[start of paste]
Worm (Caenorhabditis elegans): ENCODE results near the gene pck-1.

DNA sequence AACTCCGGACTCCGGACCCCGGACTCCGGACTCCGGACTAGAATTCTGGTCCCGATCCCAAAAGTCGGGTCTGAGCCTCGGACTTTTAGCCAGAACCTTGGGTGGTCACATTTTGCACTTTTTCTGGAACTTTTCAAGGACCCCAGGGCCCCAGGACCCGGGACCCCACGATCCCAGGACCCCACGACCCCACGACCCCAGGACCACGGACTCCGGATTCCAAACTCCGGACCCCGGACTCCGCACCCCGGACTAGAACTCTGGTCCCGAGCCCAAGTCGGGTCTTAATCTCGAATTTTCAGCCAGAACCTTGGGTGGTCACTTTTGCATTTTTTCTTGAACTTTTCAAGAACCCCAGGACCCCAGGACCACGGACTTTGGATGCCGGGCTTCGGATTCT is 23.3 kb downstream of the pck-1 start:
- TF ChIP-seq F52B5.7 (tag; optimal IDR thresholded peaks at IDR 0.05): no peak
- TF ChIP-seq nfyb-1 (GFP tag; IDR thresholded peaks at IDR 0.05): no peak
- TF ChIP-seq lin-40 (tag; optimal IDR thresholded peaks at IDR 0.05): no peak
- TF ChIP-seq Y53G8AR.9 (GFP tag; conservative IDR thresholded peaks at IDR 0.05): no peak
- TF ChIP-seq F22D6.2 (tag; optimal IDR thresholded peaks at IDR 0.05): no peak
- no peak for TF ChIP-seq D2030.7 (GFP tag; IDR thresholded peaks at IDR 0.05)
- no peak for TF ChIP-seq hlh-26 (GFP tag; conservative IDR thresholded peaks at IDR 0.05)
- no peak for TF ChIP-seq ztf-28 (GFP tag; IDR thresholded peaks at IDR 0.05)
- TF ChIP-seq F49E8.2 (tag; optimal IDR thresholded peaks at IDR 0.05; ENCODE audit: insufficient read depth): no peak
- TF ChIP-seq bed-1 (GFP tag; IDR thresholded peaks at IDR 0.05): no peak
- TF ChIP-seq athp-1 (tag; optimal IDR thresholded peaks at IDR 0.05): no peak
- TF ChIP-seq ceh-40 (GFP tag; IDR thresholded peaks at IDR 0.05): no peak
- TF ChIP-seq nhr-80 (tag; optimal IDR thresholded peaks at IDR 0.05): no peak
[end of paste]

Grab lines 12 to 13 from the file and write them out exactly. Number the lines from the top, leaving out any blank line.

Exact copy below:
- TF ChIP-seq bed-1 (GFP tag; IDR thresholded peaks at IDR 0.05): no peak
- TF ChIP-seq athp-1 (tag; optimal IDR thresholded peaks at IDR 0.05): no peak